An extremely powerful cyclone, the equivalent of the most powerful hurricane, is hitting Oman in the Indian Ocean. The highly unusual storm has sustained winds of 160 MPH, and has developed because, like most ocean areas, the Indian Ocean is experiencing higher than normal water temperatures. The BBC news quotes one resident as saying, "I have lived in Oman for nearly 10 years and I have never experienced something like this." Tropical Storm Gonu is heading toward Oman's east coast, and residents of outlying islands are being evacuated. The storm is expected to strike Oman, then cross the gulf to Iran. It is the strongest storm to hit the Arabian Peninsula since record keeping began in 1945. Should the cyclone strike Muscat, which now appears to be the case, major damage could result because the city is completely unprepared for weather this violent.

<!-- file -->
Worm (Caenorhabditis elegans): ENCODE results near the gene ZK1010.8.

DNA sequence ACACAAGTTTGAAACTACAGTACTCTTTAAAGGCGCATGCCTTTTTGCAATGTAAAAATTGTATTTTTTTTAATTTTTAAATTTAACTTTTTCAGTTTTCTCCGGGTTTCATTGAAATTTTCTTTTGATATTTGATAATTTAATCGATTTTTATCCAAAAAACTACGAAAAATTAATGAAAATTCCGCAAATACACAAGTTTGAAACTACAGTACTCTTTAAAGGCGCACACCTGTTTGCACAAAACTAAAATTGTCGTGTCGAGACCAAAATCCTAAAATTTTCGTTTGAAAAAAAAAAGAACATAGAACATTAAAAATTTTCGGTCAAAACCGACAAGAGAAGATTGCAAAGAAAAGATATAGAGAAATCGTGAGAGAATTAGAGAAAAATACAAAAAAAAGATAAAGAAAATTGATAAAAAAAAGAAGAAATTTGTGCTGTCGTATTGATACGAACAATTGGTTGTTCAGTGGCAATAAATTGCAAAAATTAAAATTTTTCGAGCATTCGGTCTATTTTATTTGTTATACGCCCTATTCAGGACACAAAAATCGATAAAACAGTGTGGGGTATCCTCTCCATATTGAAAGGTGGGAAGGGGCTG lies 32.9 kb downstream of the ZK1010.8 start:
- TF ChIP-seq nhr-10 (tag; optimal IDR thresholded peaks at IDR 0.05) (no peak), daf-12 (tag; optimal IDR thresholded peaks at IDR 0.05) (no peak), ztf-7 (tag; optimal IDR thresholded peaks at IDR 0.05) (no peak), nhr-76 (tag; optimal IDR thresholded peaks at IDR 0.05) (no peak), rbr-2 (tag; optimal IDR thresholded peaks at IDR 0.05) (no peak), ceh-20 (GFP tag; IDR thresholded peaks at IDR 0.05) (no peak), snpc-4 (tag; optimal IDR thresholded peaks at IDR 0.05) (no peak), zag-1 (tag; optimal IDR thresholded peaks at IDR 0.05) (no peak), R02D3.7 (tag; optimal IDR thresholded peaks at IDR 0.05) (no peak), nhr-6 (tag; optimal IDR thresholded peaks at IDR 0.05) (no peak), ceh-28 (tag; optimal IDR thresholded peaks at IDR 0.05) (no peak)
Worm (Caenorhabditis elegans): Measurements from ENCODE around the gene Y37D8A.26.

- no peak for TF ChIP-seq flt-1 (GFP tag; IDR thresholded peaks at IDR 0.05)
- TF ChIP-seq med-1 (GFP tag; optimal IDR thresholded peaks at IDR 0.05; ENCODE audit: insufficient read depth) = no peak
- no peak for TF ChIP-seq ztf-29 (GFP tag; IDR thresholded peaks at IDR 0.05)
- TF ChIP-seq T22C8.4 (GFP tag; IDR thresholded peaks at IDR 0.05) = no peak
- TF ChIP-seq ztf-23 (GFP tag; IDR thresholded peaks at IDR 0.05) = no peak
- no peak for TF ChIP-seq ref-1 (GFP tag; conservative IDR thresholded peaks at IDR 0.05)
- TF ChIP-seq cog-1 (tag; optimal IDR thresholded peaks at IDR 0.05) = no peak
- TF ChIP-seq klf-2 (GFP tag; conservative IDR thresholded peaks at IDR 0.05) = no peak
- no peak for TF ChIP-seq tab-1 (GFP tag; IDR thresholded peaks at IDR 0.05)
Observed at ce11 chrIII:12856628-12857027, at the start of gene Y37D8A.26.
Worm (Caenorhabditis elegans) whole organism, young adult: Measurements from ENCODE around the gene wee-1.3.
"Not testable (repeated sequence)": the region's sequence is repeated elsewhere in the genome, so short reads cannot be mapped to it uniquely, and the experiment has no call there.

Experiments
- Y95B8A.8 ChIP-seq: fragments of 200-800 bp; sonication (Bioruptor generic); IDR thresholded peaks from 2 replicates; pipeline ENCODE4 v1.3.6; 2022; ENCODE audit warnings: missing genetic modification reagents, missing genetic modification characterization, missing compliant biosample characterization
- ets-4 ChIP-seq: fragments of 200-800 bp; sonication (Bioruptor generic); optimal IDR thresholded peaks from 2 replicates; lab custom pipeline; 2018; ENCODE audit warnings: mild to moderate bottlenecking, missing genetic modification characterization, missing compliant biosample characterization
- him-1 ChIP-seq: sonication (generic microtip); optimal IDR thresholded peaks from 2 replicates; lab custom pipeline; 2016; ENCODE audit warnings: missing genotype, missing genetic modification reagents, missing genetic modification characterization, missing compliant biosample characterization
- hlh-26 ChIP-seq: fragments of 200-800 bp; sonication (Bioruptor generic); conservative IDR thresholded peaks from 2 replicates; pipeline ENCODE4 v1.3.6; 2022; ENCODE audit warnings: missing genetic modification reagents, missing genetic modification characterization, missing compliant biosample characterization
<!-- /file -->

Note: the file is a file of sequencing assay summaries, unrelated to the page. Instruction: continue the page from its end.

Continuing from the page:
Unknowncountry.com has warned in previous stories that storms arising in the Gulf of Mexico and the Bay of Bengal could be extremely dangerous because of the problem with water temperatures. The same is true of the Indian Ocean, and communities in that area are completely unprepared for such events. If the storm had turned east and struck the coast of India, thousands of lives would have been at stake, and billions of dollars of property damage would have resulted. Should such a storm move up the Bay of Bengal and strike Bangladesh, the first great environmental catastrophe caused by global warming could ensue, because millions of people living in the Ganges Delta would be unable to escape.
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